Obama entered Harvard Law School in late 1988 and at the end of his first year was selected as an editor of the Harvard Law Review based on his grades and a writing competition. In his second year he was elected president of the Law Review, a full-time volunteer position functioning as editor-in-chief and supervising the law review's staff of 80 editors. Obama's election in February 1990 as the first black president of the Harvard Law Review was widely reported and followed by several long, detailed profiles. He graduated with a Juris Doctor (J.D.) magna cum laude from Harvard in 1991 and returned to Chicago where he had worked as a summer associate at the law firms of Sidley & Austin in 1989 and Hopkins & Sutter in 1990.
The publicity from his election as the first black president of the Harvard Law Review led to a contract and advance to write a book about race relations. In an effort to recruit him to their faculty, the University of Chicago Law School provided Obama with a fellowship and an office to work on his book. He originally planned to finish the book in one year, but it took much longer as the book evolved into a personal memoir. In order to work without interruptions, Obama and his wife, Michelle, traveled to Bali where he wrote for several months. The manuscript was finally published as Dreams from My Father in mid-1995.
Obama directed Illinois Project Vote from April to October 1992, a voter registration drive with a staff of 10 and 700 volunteers that achieved its goal of registering 150,000 of 400,000 unregistered African Americans in the state, leading Crain's Chicago Business to name Obama to its 1993 list of "40 under Forty" powers to be.
In 1993 Obama joined Davis, Miner, Barnhill & Galland, a 12-attorney law firm specializing in civil rights litigation and neighborhood economic development, where he was an associate for three years from 1993 to 1996, then of counsel from 1996 to 2004, with his law license becoming inactive in 2002.
Obama was a founding member of the board of directors of Public Allies in 1992, resigning before his wife, Michelle, became the founding executive director of Public Allies Chicago in early 1993. He served on the board of directors of the Woods Fund of Chicago, which in 1985 had been the first foundation to fund Obama's DCP, from 1993–2002, and served on the board of directors of The Joyce Foundation from 1994–2002. Obama served on the board of directors of the Chicago Annenberg Challenge from 1995–2002, as founding president and chairman of the board of directors from 1995–1999. He also served on the board of directors of the Chicago Lawyers' Committee for Civil Rights Under Law, the Center for Neighborhood Technology, and the Lugenia Burns Hope Center.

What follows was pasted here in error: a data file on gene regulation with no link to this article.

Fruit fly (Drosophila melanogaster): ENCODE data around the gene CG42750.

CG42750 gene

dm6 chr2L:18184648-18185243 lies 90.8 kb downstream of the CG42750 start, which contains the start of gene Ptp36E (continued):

State legislator, 1997–2004
Obama was elected to the Illinois Senate in 1996, succeeding State Senator Alice Palmer as Senator from the 13th District, which then spanned Chicago South Side neighborhoods from Hyde Park-Kenwood south to South Shore and west to Chicago Lawn. Once elected, Obama gained bipartisan support for legislation reforming ethics and health care laws. He sponsored a law increasing tax credits for low-income workers, negotiated welfare reform, and promoted increased subsidies for childcare. In 2001, as co-chairman of the bipartisan Joint Committee on Administrative Rules, Obama supported Republican Governor Ryan's payday loan regulations and predatory mortgage lending regulations aimed at averting home foreclosures, and in 2003, Obama sponsored and led unanimous, bipartisan passage of legislation to monitor racial profiling by requiring police to record the race of drivers they detained and legislation making Illinois the first state to mandate videotaping of homicide interrogations.
Obama was reelected to the Illinois Senate in 1998, and again in 2002. In 2000, he lost a Democratic primary run for the U.S. House of Representatives to four-term incumbent Bobby Rush by a margin of two to one.
In January 2003, Obama became chairman of the Illinois Senate's Health and Human Services Committee when Democrats, after a decade in the minority, regained a majority. During his 2004 general election campaign for U.S. Senate, police representatives credited Obama for his active engagement with police organizations in enacting death penalty reforms. Obama resigned from the Illinois Senate in November 2004 following his election to the US Senate.